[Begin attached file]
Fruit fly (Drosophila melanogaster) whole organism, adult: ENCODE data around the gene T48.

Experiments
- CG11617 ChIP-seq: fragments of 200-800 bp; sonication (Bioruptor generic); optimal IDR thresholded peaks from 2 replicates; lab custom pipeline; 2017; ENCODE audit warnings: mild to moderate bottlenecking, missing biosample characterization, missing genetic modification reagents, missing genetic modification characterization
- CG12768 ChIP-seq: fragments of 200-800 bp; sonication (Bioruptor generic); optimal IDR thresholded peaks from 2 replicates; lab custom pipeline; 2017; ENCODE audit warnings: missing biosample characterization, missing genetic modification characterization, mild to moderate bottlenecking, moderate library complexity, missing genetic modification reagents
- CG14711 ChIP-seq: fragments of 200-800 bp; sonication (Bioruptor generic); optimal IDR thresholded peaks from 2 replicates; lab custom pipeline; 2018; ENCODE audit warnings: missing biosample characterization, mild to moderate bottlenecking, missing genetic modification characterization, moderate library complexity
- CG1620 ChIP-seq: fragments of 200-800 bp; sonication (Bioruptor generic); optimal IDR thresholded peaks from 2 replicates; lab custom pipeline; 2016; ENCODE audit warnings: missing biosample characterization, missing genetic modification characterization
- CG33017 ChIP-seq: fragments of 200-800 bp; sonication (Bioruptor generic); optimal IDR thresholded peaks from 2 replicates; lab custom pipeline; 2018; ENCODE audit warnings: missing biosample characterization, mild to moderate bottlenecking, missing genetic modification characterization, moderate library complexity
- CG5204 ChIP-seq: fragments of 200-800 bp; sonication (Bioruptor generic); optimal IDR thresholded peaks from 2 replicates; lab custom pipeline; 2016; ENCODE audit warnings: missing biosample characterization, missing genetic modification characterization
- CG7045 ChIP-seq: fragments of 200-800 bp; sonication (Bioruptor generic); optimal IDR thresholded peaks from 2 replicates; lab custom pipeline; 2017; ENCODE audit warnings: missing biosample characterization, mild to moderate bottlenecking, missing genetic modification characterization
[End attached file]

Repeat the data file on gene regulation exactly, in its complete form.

Fruit fly (Drosophila melanogaster) whole organism, adult: ENCODE data around the gene T48.

Experiments
- CG11617 ChIP-seq: fragments of 200-800 bp; sonication (Bioruptor generic); optimal IDR thresholded peaks from 2 replicates; lab custom pipeline; 2017; ENCODE audit warnings: mild to moderate bottlenecking, missing biosample characterization, missing genetic modification reagents, missing genetic modification characterization
- CG12768 ChIP-seq: fragments of 200-800 bp; sonication (Bioruptor generic); optimal IDR thresholded peaks from 2 replicates; lab custom pipeline; 2017; ENCODE audit warnings: missing biosample characterization, missing genetic modification characterization, mild to moderate bottlenecking, moderate library complexity, missing genetic modification reagents
- CG14711 ChIP-seq: fragments of 200-800 bp; sonication (Bioruptor generic); optimal IDR thresholded peaks from 2 replicates; lab custom pipeline; 2018; ENCODE audit warnings: missing biosample characterization, mild to moderate bottlenecking, missing genetic modification characterization, moderate library complexity
- CG1620 ChIP-seq: fragments of 200-800 bp; sonication (Bioruptor generic); optimal IDR thresholded peaks from 2 replicates; lab custom pipeline; 2016; ENCODE audit warnings: missing biosample characterization, missing genetic modification characterization
- CG33017 ChIP-seq: fragments of 200-800 bp; sonication (Bioruptor generic); optimal IDR thresholded peaks from 2 replicates; lab custom pipeline; 2018; ENCODE audit warnings: missing biosample characterization, mild to moderate bottlenecking, missing genetic modification characterization, moderate library complexity
- CG5204 ChIP-seq: fragments of 200-800 bp; sonication (Bioruptor generic); optimal IDR thresholded peaks from 2 replicates; lab custom pipeline; 2016; ENCODE audit warnings: missing biosample characterization, missing genetic modification characterization
- CG7045 ChIP-seq: fragments of 200-800 bp; sonication (Bioruptor generic); optimal IDR thresholded peaks from 2 replicates; lab custom pipeline; 2017; ENCODE audit warnings: missing biosample characterization, mild to moderate bottlenecking, missing genetic modification characterization